Maybe it’s just me, but it feels like education has gone all po-faced in recent years. We seem to believe that everything must be measured, analysed, specified, standardised, turned into data that someone can input into a spreadsheet. We have started using words like “metrics”, and phrases such as “opportunity cost”. We have begun to talk like accountants and economists. We pick apart the minutiae of this method or that method, claiming that research will tell us exactly which one to use. I read entire blog posts about teaching, that do not contain the word “children”. We seem to have lost sight of the fact that learning is slippery, complex, nuanced, elusive and uncertain. And apparently we have forgotten that education does not just take place in school.
Recently, I’ve heard being a teacher compared to being a pilot or a surgeon. Now, don’t get me wrong, teaching is probably as hard and as complicated as being a pilot or a surgeon. Teachers should definitely have a long period of specialist training, and plenty of ongoing professional development. I do not believe that we should have unqualified teachers in our classrooms, not least because it under estimates just how difficult the job can be. But let’s be honest with ourselves: we are not flying hundreds of other human beings through the sky in a 450 ton metal tube, nor are we cutting open a human body and fishing around inside. Or, to put it another way, even in your worst lesson, nobody died.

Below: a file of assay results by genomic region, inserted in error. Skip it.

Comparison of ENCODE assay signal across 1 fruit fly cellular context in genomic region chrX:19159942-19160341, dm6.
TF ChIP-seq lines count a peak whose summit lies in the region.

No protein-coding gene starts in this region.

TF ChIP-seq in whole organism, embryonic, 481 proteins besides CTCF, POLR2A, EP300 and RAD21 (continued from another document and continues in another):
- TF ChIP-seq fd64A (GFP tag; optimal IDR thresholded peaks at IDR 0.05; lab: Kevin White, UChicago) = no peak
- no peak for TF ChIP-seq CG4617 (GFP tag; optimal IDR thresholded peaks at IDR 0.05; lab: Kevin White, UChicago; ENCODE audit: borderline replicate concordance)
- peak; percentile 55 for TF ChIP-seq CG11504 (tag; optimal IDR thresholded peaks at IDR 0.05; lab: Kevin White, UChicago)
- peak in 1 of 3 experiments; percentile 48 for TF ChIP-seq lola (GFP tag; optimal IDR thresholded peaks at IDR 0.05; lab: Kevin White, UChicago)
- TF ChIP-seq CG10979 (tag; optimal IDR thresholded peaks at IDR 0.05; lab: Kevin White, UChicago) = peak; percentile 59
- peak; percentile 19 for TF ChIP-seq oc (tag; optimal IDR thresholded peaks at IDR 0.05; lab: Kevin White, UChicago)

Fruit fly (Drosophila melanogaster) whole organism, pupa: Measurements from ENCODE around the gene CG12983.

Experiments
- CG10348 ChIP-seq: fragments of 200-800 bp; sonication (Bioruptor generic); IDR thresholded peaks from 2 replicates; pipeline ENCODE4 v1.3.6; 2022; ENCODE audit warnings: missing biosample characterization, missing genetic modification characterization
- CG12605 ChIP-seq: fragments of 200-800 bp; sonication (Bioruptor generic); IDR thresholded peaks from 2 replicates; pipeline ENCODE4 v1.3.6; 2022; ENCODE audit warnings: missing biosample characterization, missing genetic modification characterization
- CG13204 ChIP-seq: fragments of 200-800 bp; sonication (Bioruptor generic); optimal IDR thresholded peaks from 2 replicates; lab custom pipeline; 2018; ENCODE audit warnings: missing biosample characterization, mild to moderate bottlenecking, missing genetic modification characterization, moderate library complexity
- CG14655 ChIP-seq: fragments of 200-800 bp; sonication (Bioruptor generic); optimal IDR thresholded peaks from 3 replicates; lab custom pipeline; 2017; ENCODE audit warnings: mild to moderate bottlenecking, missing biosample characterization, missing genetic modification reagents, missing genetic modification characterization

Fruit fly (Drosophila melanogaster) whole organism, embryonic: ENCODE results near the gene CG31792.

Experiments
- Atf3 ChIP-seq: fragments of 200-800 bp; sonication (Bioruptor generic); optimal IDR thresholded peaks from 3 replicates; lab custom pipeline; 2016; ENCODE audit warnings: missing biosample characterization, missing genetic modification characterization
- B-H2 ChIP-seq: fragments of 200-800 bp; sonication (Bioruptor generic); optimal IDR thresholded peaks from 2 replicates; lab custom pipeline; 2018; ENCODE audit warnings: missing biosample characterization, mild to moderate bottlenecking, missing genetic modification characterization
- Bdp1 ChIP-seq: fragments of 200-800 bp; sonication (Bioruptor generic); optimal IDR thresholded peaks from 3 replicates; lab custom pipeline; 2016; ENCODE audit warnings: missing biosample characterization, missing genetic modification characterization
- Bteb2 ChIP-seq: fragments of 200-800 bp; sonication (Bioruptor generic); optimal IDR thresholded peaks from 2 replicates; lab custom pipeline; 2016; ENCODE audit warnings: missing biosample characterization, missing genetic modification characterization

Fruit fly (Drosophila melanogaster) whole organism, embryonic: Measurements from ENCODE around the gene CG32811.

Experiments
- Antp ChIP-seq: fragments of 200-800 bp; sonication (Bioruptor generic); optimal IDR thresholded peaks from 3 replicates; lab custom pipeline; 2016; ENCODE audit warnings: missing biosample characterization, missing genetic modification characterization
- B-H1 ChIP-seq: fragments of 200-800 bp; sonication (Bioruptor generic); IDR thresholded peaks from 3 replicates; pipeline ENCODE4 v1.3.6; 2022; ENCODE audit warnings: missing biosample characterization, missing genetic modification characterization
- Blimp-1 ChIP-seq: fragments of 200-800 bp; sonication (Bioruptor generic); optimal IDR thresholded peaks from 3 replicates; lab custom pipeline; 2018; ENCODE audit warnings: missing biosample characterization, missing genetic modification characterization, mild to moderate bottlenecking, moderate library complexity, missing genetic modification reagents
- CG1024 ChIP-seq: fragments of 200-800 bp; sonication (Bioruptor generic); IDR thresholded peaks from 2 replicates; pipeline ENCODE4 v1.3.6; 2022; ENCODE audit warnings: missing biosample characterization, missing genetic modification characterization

Education takes place over years and decades, not minutes or hours. Education is a process that has no beginning or end. And education is a joint enterprise. It is not something that you can do to my children. It is something you have to do with them, or you will fail. When I think back over the education I had myself as a child, and the education my own children have so far received, it’s easy to highlight the kind of things that got us learning. It has never really been about the systems schools use, or the methods teachers choose. It has always been about people: the great, beating heart of humanity. The teachers who got me and my children learning (and, perhaps more importantly, sustained our love of learning) were warm, kind, funny, approachable, caring, strict when needed, flexible when required, clever, creative, imaginative, inspirational and all those other wonderful attributes that the best teachers have. But they were always, always first and foremost flesh and blood human beings. They were people who could have some fun when the situation merited it, because they did not take themselves too seriously.